Last Modified Date: May 21, 2014
Labor Productivity: The industry labor productivity measures describe the relationship between
industry output and the labor time involved in its production. They show the changes from period to
period in the amount of goods and services produced per hour. Although the labor productivity measures
relate output to hours of all persons in an industry, they do not measure the specific contribution of labor
or any other factor of production. Rather, they reflect the joint effects of many influences, including
changes in technology; capital investment; utilization of capacity, energy, and materials; the use of
purchased services inputs, including contract employment services; the organization of production;
managerial skill; and the characteristics and effort of the workforce.
Output: Industry output is measured as an annual-weighted index of the changes in the various products
or services (in real terms) provided for sale outside the industry. Real industry output is usually derived
by deflating nominal sales or values of production using BLS price indexes, but for some industries it is
measured by physical quantities of output.
Industry output measures are constructed primarily using data from the economic censuses and annual
surveys of the U.S. Census Bureau, U.S. Department of Commerce, together with information on price
changes primarily from BLS. Other data sources include the Energy Information Administration, U.S.
Department of Energy; the Bureau of Transportation Statistics, U.S. Department of Transportation; the
U.S. Geological Survey, U.S. Department of the Interior; the U.S. Postal Service; the Postal Rate
Commission; and the Federal Deposit Insurance Corporation.
Labor Hours: Labor hours reflect annual hours worked by all employed persons in an industry. Data on
industry employment and hours come primarily from the BLS Current Employment Statistics (CES)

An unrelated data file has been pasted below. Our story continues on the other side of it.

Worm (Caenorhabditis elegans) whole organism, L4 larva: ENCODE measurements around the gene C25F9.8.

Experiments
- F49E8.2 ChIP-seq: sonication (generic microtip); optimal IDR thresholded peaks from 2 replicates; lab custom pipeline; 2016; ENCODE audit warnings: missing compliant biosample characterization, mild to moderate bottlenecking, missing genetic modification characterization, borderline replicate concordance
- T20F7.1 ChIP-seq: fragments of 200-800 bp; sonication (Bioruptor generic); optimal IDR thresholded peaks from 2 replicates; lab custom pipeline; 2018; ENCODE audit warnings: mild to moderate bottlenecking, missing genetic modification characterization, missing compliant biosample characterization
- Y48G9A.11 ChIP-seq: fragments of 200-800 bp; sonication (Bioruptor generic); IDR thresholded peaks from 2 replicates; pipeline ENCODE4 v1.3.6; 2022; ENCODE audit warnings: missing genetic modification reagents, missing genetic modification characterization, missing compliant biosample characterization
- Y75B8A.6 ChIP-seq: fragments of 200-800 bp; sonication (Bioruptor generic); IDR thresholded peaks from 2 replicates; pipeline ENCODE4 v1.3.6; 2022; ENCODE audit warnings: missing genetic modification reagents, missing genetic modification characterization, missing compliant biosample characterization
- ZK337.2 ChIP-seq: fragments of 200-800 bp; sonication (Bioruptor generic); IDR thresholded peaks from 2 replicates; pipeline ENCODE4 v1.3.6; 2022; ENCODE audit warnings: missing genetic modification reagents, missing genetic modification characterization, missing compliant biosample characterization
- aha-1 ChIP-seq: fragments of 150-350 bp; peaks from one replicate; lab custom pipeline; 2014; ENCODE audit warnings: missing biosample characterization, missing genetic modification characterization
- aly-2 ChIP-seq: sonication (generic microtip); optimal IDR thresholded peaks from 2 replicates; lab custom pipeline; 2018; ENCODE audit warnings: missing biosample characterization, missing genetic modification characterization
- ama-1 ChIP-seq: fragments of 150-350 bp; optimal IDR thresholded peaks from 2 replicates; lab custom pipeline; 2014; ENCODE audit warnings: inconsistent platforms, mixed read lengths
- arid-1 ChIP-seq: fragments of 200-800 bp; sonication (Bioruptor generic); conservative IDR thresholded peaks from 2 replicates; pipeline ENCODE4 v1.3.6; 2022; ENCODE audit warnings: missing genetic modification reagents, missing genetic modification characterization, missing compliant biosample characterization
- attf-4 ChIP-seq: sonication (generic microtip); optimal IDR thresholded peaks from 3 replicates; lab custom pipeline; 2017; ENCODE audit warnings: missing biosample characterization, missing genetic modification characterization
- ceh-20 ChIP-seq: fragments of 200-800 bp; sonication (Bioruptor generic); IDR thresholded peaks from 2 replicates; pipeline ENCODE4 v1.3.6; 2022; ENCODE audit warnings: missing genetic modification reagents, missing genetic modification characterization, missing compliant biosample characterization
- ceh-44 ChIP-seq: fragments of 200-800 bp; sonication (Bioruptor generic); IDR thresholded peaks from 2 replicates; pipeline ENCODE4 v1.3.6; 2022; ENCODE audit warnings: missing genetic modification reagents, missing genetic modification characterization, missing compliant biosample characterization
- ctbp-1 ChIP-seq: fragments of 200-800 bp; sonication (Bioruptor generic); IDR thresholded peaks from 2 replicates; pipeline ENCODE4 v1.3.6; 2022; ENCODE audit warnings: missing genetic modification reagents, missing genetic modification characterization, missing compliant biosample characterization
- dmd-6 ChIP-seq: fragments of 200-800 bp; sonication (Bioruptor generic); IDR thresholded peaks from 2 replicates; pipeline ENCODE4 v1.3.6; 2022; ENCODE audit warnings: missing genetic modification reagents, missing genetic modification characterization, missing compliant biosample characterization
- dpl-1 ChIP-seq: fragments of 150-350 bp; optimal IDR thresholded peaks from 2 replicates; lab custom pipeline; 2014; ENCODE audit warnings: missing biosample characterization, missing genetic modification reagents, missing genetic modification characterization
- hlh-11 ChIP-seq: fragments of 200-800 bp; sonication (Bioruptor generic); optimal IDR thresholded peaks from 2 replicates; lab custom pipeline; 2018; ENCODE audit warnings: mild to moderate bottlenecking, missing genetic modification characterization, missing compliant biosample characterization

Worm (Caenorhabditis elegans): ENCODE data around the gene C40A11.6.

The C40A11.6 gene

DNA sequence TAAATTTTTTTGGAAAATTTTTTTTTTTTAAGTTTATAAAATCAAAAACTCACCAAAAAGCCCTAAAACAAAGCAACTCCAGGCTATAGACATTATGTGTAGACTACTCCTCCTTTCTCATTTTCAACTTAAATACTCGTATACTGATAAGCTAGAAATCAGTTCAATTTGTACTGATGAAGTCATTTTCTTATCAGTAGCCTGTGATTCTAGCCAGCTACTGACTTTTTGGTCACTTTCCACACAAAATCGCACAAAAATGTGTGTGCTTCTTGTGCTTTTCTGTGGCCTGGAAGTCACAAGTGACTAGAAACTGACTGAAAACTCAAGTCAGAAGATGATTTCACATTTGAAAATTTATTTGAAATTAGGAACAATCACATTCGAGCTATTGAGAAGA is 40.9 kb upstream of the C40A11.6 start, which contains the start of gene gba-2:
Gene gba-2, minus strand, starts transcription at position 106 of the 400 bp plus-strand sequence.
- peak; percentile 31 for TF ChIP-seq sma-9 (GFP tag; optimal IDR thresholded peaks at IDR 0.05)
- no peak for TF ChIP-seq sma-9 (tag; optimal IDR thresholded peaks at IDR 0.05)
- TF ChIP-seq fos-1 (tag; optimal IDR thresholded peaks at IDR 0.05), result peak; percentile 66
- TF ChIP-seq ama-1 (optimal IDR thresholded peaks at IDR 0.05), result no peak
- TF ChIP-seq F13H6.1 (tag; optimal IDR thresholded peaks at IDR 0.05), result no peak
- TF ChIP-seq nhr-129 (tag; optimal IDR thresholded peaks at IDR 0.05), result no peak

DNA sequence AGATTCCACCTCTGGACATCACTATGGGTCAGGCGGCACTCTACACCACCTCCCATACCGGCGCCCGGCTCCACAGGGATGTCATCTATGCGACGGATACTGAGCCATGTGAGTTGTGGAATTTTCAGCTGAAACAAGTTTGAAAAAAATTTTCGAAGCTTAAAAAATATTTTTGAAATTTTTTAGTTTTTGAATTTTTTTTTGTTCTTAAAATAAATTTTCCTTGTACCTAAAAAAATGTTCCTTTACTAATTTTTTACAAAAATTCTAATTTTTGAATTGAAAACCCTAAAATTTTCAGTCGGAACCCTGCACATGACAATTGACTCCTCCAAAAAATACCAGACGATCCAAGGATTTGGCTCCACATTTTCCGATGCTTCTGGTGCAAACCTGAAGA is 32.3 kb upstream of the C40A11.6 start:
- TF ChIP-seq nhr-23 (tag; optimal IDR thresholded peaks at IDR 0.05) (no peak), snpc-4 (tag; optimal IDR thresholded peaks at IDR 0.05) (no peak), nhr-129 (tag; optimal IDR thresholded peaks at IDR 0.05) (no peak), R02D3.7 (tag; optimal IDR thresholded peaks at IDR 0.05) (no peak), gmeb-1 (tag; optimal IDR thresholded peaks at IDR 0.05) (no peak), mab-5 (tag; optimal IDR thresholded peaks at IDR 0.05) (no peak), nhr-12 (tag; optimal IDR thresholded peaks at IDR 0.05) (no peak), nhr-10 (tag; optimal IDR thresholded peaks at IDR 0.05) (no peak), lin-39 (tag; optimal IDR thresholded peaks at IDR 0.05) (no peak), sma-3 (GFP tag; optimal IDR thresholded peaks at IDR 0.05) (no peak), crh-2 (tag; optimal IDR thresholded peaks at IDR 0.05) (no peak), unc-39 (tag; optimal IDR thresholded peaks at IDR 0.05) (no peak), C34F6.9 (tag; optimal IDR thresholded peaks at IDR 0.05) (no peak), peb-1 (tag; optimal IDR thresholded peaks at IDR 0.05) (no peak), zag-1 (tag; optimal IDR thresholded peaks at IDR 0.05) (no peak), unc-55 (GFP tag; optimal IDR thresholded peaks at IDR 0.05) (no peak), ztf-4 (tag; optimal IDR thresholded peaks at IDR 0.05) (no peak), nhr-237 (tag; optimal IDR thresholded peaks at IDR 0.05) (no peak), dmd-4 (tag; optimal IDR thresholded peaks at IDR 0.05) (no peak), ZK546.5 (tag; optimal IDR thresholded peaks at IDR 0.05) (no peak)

survey and Current Population Survey (CPS). CES data on the number of total and nonsupervisory
worker jobs held by wage and salary workers in nonfarm establishments are supplemented with CPS
self-employed and unpaid family worker data to estimate industry employment. Hours worked estimates
are derived using CES and CPS employment, CES data on average weekly hours paid of nonsupervisory
workers, CPS data on hours of supervisory, self-employed, and unpaid family workers, and ratios of
hours-worked to hours-paid based on data from the National Compensation Survey (NCS). For some
industries, employment and hours data are supplemented or further disaggregated using data from the
BLS Quarterly Census of Employment and Wages (QCEW), the Census Bureau, or other sources. Other
sources of employment and hours data for some service industries include the Association of American
Railroads, the U.S. Department of Transportation, and the U.S. Postal Service. Hours worked are
estimated separately for different types of workers and then are directly aggregated; no adjustments for
labor composition are made.
Unit Labor Costs: Unit labor costs represent the cost of labor required to produce one unit of output.
The unit labor cost indexes are computed by dividing an index of nominal labor compensation by an
index of real industry output. Unit labor costs also describe the relationship between compensation per
hour and real output per hour (labor productivity). Increases in hourly compensation increase unit labor
costs; increases in labor productivity offset compensation increases and lower unit labor costs.
Labor Compensation: Labor compensation, defined as payroll plus supplemental payments, is a
measure of the cost to the employer of securing the services of labor. Payroll includes salaries, wages,
commissions, dismissal pay, bonuses, vacation and sick leave pay, and compensation in kind.
Supplemental payments include both legally required expenditures and payments for voluntary
programs. The legally required portion consists primarily of Federal old age and survivors’ insurance,
unemployment compensation, and workers’ compensation. Payments for voluntary programs include all
programs not specifically required by legislation, such as the employer portion of private health
insurance and pension plans. Industry compensation measures are constructed primarily using data from
the BLS Quarterly Census of Employment and Wages (QCEW), and the economic censuses and annual
surveys of the Census Bureau, U.S. Department of Commerce.